Reading Notes: 1001 Nights (A)

  • I want to see this from Scheherazade’s point of view. Why has she decided to do this? What changes? Has she been planning this for a while? Is she scared?
  • I like that the man was honorable enough to actually return to face the Genii, but I wonder what happened during that year he put his affairs in order. How did his family react? What plans did they make?

So I really like this story so far, but I find that I’m more interested in the frame story than any of the individual stories. I wonder what the Sultan is thinking as Scheherazade keeps telling story after story. Has he changed his mind about her? Does he understand what she’s trying to do? What did he think about killing all the young women he married? I think this story is much more interesting than the stories the Sultana tells.

Bibliography: 1001 Nights, translated by Andrew Lang. Web Source.

Image: Scheheradzade by Édouard Frédéric Wilhelm Richter. Source: Wikimedia

Reading Notes: The Iliad (B)

  • I don’t know if this counts as a reading note, but now I really want to watch Troy
  • Athena is really a jerk in Hector’s death scene. I wonder what would have happened without her
  • I wand Andromache to fight for vengeance for Hector. Even if it’s just shooting arrows from the walls of the city, I want her to take her husband’s place leading the soliders
  • I absolutely hate that it ends with Hector’s burial. That’s not much of an ending at all! I think it would be much better to end with the Trojan Horse, or with Aeneas escaping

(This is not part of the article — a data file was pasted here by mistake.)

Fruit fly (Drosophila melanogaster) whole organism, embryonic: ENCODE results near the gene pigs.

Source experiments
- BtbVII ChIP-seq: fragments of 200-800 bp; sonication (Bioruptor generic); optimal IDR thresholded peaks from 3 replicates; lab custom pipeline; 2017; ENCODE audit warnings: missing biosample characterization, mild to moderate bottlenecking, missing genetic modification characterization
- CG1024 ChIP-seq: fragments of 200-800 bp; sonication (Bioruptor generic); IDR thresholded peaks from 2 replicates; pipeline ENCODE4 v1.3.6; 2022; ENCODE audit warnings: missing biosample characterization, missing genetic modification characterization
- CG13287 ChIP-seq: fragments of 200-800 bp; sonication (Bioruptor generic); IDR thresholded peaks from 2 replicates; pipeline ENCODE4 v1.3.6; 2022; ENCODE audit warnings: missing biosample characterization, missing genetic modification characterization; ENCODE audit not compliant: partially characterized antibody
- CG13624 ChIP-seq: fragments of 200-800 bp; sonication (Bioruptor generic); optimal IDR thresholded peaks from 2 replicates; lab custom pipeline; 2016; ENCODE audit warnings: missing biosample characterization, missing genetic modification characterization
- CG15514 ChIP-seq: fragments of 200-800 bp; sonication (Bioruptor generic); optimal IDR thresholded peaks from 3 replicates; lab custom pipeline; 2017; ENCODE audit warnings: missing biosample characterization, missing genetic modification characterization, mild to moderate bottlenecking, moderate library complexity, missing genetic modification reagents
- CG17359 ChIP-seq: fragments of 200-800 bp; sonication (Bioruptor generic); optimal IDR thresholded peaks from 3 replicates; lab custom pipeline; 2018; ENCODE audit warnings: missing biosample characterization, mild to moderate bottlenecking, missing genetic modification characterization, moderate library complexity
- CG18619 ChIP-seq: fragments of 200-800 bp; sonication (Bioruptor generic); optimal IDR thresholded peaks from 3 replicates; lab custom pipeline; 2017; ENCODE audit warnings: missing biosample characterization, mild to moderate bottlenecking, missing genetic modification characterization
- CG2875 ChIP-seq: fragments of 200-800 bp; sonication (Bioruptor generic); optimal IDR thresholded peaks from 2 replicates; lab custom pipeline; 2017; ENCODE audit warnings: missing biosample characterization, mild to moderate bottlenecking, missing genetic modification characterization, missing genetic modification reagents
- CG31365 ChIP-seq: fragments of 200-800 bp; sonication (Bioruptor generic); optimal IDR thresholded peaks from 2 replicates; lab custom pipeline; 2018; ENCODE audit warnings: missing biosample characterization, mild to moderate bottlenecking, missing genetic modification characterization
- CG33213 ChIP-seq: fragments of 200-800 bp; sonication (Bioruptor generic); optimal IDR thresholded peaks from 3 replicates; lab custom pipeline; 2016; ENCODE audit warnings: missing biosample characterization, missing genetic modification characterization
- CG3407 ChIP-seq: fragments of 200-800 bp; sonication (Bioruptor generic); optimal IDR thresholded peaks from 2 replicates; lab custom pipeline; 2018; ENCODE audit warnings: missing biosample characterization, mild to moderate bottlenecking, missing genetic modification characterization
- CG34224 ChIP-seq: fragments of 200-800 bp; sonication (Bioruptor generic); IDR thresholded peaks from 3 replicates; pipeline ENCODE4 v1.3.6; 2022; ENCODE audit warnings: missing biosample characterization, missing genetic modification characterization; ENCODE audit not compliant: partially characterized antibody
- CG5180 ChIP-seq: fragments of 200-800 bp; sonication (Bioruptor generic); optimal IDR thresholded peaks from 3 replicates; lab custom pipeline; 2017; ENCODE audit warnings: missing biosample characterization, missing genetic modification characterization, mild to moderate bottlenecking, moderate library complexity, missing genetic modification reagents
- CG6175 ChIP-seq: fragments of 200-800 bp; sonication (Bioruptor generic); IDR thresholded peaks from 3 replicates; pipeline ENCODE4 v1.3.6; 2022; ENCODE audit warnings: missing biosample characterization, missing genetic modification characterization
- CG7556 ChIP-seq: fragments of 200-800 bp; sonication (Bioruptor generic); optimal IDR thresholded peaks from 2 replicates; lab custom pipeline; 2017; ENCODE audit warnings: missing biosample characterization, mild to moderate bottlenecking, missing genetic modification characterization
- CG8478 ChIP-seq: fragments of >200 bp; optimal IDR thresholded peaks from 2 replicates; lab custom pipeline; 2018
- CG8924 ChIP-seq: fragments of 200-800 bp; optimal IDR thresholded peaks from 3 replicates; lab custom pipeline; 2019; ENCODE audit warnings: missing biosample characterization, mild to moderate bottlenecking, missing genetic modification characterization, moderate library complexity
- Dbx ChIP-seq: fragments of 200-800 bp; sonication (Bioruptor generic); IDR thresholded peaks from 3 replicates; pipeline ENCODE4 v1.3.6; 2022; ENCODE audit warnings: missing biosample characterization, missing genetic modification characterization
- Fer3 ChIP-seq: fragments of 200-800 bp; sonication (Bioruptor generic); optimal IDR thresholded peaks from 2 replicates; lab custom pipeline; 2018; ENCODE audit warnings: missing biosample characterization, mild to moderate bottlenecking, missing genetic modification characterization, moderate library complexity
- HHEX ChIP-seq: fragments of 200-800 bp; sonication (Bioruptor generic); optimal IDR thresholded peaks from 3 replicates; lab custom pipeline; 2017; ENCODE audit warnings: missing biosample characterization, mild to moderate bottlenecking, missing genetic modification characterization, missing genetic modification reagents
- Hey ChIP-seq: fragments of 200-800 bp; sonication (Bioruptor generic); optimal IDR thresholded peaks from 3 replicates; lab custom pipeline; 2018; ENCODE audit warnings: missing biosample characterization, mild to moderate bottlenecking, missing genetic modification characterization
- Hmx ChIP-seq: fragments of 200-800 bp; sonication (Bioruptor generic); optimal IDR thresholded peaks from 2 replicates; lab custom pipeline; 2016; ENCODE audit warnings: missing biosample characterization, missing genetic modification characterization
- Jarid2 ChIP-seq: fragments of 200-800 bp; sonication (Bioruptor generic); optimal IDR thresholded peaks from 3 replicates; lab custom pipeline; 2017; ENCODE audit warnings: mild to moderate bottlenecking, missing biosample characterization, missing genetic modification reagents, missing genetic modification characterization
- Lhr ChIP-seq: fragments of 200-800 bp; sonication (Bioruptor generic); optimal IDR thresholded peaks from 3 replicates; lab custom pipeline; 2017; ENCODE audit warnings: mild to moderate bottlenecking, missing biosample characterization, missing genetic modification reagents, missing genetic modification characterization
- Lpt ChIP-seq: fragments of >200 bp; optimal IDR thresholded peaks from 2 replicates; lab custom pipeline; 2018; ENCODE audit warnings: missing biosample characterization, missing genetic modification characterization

Bibliography: The Iliad by Homer. Web Source.

Image: Triumph of Achilles in Corfu Achilleion by Franz Matsch. Source: Wikimedia

Reading Notes: The Iliad (A)

  • Did Helen want to marry Menelaüs or was she forced to? Did she want to go with Paris or did he kidnap her? I want details!
  • I like Achilles, but I want to know why he is favored by Athena and Hera both
  • I want to know what changed Achilles’ mind about the two lots in life his mother had offered him
  • I wonder what Helen is thinking during all of these battles. Does she care that all of these people are dying because of her? I want to see it from her point of view

Bibliography: The Iliad by Homer. Web Source

Image: Helen of Troy by Evelyn de Morgan. Source: Wikimedia

Reading Notes: Cupid and Psyche (B)

Today I finished reading Cupid and Psyche for Mythology and Folklore.


  • Honestly I’d love to write this from Venus’ point of view. She seems so dang angry, I want to get in her head and figure out why
  • What if it wasn’t ants that helped Psyche. I think it would be funny if Vulcan sent some of his little creations to sort the pile, just to spite Venus. They always had a rocky relationship. Or if she did something crazy that technically fit the instructions, but wasn’t what Venus had actually asked for
  • I think it would be really funny for Pandora to narrate the part of the story where Psyche opens the jar of “Divine Beauty.” I think she would have a lot to say to someone who should have learned from her mistakes